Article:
Phantom of Death (1988)

Starring: Michael York, Donald Pleasence and Edgewige Fenech
Shameless Screen Entertainment
RRP: 12.99
Certificate: 18
Available 01 October 2007

Robert Dominici is a piano virtuoso who, at a young age, is diagnosed with a very rare rapid ageing disease. Within a year he degenerates from a good-looking and musically skilled thirty year old with the world at his feet to a slow and sick deranged man of eighty. When he kills to cover his secret, Police Inspector Datti is assigned to investigate. But it proves more difficult than he first thought, because witnesses give completely different descriptions after each incident. As time goes by Dominici becomes increasingly unbalanced and phones the inspector to taunt him. Then he learns that a woman is pregnant with his child, and he is suddenly determined to kill the unborn baby to prevent it suffering his own devastating fate...

Off Balance, aka Phantom of Death, is an early release in the Shameless Screen Entertainment collection, which aims to release a number of violent horror or exploitation films, many of which will not have been seen in the UK before. This film's claim to fame (or should that be infamy?) is that it was helmed by Cannibal Holocaust director Ruggero Deodato. That knowledge doesn't help the first fifteen minutes which is an absolute agony to endure. An overlong mimed piano piece precedes some forced acting and non-linear set pieces which cause you to lose interest before the film has really got going. The curious thing is that I changed my opinion of this movie several times in its duration, but it did gradually grow on me to a certain extent.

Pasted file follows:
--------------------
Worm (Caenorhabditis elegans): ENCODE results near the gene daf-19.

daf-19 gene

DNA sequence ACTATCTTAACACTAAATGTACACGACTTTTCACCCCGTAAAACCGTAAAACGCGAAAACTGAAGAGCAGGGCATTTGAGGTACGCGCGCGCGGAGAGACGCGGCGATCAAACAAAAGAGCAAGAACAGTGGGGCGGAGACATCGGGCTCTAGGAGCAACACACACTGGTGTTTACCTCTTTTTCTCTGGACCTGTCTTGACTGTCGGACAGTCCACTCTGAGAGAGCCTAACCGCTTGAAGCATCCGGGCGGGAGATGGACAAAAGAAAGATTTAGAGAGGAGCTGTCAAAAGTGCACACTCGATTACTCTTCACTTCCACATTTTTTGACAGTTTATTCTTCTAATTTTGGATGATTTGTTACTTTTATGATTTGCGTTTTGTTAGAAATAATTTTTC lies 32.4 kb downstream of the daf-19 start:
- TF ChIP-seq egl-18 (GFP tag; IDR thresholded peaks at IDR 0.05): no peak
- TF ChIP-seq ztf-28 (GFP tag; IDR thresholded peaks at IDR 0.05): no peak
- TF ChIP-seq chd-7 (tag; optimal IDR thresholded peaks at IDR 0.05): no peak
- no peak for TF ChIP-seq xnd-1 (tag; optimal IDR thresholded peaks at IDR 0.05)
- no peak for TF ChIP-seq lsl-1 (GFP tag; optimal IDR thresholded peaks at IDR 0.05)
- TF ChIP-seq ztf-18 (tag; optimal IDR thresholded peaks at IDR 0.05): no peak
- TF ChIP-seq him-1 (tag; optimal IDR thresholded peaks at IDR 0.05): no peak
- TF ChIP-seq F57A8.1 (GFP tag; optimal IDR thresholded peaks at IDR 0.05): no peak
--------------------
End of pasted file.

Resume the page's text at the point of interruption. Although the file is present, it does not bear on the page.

I'm not a fan of exploitation or gore-fest movies which have no agenda other than to shock and disgust, I consider them in bad taste. I'm not averse to violent horror, as long as what takes place is conducive to the plot, rather than a series of tedious set-pieces. The Shameless releases are marketed as depraved, vile, disturbing, etc. In this case I was delighted to discover that Phantom doesn't fall into this category. Granted, there are violent murders, but they are over in scant seconds with a small splash of theatre blood and positively no glorification in the acts. This makes you concentrate more on the plot and particularly the characters, which is as it should be.

Donald Pleasence reprises his role of Loomis from John Carpenter's Halloween in all but name, and Michael York appears to grow into his role as he goes along, as if the older his character appears the meatier his acting part should become. When Robert finds out about his rapid-ageing disease, we find out that the film isn't quite linear in it's plot. The short scene in which he visits the house of someone with a more advanced stage of the rare disease is the most meaningful of the entire film - and it doesn't last more than a few seconds.

In conclusion, a better film than I was expecting, and worth a look if you can stay awake through the opening scenes.

Ty Power

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